New GCSE English Language: coping with the unseen prose extract

‘A man may see how this world goes with no eyes.’ King Lear

There’s always been a luck of the draw with the texts on the GCSE English language exams. I remember some years ago there was an AQA paper that featured a front page article from The Independent about the absurdity of supermarket packaging, featuring a shrink-wrapped swede. I can still recall the blind panic spreading across the exam hall as our entire cohort (85% non-white, with a very large proportion of EAL speakers) looked around as if to say: what the f**k is a swede? Cultural, as well as general, knowledge issues can certainly cause more concerns than knowing whether it’s a simile or a metaphor.

But the unseen prose element is a new kind of worry for GCSE pupils (and some of their teachers).  Especially when it’s ‘literary’ fiction from a different century.  Having seen my Yr13 lit group make a real mess of a mock unseen prose question (The Siege by Helen Dunmore), I can understand the anxieties at KS4. We discussed what went wrong and why, and over the course of several lessons and a few more unseen extracts we came up with a list of difficulties that the unseen can cause:

  1. Setting/context – spatial and temporal. e.g. pupils work out the story is set in Russia but don’t know when (or why the location/time period might be significant). General knowledge is vital here, of course. Pupils with a solid awareness of history, politics and religion generally have a distinct advantage over those that don’t.
  2. Characterisation – the need to quickly work out some basic information about the protagonist, such as gender/age/social class/occupation/ethnicity/nationality/sexual orientation.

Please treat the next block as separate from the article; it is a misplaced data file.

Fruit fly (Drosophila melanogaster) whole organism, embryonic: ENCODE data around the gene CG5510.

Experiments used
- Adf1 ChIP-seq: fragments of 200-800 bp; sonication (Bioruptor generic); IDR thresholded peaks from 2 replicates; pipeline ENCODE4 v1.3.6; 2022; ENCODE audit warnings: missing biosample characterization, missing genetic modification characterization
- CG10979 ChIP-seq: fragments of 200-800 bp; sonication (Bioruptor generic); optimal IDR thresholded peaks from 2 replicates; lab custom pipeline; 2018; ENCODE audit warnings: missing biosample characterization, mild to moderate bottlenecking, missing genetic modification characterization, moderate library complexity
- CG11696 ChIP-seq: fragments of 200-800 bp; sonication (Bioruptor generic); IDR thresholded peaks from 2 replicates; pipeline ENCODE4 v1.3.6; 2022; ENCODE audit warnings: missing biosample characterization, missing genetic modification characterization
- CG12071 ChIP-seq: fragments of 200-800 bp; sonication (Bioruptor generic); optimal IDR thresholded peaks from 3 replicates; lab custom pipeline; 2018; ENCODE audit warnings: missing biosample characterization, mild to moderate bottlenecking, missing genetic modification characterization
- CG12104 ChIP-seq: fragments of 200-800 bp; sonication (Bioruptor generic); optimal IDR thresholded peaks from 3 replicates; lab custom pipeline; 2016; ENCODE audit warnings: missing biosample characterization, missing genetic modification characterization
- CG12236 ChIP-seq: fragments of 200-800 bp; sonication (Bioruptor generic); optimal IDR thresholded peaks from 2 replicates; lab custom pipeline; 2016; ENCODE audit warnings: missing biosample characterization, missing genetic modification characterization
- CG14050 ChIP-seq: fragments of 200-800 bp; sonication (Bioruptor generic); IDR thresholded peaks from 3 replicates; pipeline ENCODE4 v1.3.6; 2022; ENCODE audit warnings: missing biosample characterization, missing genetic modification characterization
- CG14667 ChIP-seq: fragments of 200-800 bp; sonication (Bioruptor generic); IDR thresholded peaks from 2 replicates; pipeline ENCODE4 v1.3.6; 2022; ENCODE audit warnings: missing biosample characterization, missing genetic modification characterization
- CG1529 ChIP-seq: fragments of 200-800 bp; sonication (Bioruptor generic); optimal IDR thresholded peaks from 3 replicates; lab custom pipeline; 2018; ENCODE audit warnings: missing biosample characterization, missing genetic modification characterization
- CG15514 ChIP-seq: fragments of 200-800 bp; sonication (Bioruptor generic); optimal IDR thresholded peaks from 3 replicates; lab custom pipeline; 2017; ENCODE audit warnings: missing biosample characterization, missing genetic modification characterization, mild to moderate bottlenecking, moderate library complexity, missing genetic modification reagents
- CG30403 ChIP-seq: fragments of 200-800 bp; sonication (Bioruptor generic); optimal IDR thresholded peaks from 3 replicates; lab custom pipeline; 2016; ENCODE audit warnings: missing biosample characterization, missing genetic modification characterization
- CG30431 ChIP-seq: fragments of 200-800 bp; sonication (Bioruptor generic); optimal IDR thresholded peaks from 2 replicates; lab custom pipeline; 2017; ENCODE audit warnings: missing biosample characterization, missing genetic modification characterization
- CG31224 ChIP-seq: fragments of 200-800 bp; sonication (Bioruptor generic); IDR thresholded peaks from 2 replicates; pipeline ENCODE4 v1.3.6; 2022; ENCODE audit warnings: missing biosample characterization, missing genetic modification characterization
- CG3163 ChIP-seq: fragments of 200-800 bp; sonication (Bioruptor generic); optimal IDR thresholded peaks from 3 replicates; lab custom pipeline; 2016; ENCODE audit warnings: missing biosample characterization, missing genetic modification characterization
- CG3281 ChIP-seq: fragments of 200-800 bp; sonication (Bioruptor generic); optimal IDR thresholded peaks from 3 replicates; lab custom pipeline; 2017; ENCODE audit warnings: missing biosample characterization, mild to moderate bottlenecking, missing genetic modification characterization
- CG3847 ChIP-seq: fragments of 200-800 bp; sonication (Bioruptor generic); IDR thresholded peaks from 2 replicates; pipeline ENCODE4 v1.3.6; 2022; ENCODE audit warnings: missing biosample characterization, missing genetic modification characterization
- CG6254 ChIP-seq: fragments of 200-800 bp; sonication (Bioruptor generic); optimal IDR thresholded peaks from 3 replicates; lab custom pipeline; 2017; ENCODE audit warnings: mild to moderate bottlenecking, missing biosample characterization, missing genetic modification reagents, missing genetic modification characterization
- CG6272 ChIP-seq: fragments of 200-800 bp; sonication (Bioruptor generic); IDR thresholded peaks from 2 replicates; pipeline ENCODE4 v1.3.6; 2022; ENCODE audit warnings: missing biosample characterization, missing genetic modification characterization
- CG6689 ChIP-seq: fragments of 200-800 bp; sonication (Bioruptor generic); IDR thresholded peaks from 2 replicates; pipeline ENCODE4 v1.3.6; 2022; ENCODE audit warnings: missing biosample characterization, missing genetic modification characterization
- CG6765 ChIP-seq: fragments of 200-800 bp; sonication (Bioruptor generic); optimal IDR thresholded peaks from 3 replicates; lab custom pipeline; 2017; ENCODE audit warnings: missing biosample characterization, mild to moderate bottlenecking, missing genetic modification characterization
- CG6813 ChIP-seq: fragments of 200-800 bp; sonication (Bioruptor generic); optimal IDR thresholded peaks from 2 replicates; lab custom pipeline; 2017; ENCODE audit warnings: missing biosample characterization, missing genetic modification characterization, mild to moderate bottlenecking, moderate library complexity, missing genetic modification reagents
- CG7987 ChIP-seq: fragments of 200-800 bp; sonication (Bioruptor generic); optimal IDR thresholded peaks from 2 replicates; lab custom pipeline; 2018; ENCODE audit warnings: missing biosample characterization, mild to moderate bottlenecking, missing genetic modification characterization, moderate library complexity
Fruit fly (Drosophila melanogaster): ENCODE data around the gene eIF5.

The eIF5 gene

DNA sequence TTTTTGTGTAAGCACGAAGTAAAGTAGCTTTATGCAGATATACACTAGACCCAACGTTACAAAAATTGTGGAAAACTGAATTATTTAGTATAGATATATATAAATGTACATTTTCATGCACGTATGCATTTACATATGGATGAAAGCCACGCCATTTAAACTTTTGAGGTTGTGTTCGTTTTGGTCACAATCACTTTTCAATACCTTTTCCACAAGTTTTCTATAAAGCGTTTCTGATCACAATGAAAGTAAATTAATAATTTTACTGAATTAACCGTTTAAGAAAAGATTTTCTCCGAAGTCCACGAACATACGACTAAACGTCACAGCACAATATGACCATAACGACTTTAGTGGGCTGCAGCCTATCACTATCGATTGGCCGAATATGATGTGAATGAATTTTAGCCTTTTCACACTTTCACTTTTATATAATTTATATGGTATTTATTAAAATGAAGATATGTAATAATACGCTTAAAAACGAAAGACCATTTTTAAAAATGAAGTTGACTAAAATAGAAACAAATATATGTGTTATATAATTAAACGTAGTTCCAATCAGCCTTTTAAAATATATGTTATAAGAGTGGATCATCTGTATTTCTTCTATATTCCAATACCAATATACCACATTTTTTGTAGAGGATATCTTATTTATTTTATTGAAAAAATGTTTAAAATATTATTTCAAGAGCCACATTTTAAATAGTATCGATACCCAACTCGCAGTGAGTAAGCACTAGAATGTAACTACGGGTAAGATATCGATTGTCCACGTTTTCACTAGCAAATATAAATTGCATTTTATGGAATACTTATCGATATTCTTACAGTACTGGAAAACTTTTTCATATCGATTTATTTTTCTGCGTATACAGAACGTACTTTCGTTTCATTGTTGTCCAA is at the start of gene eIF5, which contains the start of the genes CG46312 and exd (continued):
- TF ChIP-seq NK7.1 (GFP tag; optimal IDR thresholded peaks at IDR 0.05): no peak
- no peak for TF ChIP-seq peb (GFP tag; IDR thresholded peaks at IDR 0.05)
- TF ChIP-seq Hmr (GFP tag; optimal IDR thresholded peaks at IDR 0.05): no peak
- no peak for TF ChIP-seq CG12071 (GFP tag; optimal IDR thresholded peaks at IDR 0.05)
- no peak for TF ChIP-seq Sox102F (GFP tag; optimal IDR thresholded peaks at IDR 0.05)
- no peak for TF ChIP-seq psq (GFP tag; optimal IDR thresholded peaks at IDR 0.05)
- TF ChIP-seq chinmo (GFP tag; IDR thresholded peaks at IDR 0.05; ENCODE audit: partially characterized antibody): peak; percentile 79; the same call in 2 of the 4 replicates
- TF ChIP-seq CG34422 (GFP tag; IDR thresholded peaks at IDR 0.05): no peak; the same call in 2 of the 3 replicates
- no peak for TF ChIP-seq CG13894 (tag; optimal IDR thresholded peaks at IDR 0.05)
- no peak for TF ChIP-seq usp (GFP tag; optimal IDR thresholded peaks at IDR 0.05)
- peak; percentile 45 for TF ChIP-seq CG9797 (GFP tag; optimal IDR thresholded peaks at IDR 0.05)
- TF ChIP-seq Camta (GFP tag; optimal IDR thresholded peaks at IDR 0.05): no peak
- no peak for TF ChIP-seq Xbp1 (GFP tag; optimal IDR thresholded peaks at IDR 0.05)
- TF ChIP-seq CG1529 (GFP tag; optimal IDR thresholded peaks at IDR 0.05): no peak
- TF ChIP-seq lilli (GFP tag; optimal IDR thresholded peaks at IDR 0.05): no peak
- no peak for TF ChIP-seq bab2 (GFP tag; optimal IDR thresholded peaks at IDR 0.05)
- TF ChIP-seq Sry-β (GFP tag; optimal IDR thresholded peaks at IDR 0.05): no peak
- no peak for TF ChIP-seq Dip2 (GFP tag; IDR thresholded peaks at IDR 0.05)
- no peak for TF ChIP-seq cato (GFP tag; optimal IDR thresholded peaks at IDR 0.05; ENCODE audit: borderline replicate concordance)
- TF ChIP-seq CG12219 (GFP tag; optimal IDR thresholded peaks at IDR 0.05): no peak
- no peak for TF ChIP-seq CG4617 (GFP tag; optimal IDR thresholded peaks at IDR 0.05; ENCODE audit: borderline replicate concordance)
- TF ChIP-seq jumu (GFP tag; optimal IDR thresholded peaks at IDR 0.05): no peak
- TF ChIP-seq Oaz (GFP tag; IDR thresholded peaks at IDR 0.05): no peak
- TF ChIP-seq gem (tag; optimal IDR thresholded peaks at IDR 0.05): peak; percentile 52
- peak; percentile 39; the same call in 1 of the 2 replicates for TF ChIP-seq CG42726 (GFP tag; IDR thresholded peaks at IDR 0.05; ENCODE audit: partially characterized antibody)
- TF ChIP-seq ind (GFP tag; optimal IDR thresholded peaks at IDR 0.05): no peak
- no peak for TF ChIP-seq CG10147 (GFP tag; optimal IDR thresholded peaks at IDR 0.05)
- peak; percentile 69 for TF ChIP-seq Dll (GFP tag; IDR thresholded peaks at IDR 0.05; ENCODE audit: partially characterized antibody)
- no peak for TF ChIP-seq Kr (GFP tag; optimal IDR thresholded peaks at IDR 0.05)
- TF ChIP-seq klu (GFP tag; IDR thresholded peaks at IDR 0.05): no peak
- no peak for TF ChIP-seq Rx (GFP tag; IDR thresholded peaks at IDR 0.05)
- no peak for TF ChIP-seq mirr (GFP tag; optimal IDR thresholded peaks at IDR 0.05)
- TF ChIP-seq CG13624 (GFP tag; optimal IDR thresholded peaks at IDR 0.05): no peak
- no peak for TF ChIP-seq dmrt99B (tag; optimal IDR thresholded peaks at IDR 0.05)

3. Narrative POV – is it 3rd person omniscient or 3rd person limited? Is the use of ‘you’ indicative of an actual switch to 2nd person or a stylistic device? Sounds obvious but it’s often not clear.
  4. Openings – it usually is an opening and writers have a nasty habit of being enigmatic/mysterious/ambiguous/deliberately misleading to begin with. They don’t like giving too much away and the poor candidate has to decode their intentions pretty sharpish.
  5. False assumptions – we might call these ‘red herrings’. We recently looked at The Damned Utd by David Peace, a fictionalised account of the football manager Brian Clough’s disastrous 44 day spell as manager of Leeds United. The class knew it was set in 1974 and there was an early mention of ‘not taking the kids to work’ on that day. They all, quite reasonably, assumed that men didn’t really do childcare in the 1970s, so we must be dealing with a female narrator, leading to similarly nightmarish results as Mr Clough had during his Leeds stint. Taking a metaphorical step back and interrogating these assumptions for a minute can save a lot of heartache a few minutes down the line. Especially when everything else points to a very masculine protagonist. This can even work to a pupil’s advantage: ‘On the surface XXX appears to be a story based on the idea of XXXXX. However, on further inspections we can see that…’
  6. Missing the bloody obvious – The Dunmore extract was tough going but the exam board had kindly – as they always do – provided a title: The Siege. Did any of my pupils mention the word ‘siege’ or link their analysis to the context of a surrounded city full of starving citizens at any point? Or course not. They now all make sure that they spend a good couple of minutes pondering the significance and connotations of the title. The writer picked it for a reason after all.
  7. Being too definite about meaning – Pause for a minute before labelling the weather at the beginning of Jamaica Inn a ‘prophetic warning to hubristic mankind about the lasting effects of climate change’. If in doubt, pupils can fall back on hedging language: ‘It might be argued…’, ‘Some readers would interpret this as…’

I’ll put together some practical examples of how you can teach pupils to avoid these mistakes in the near future.

Thanks for reading.

 

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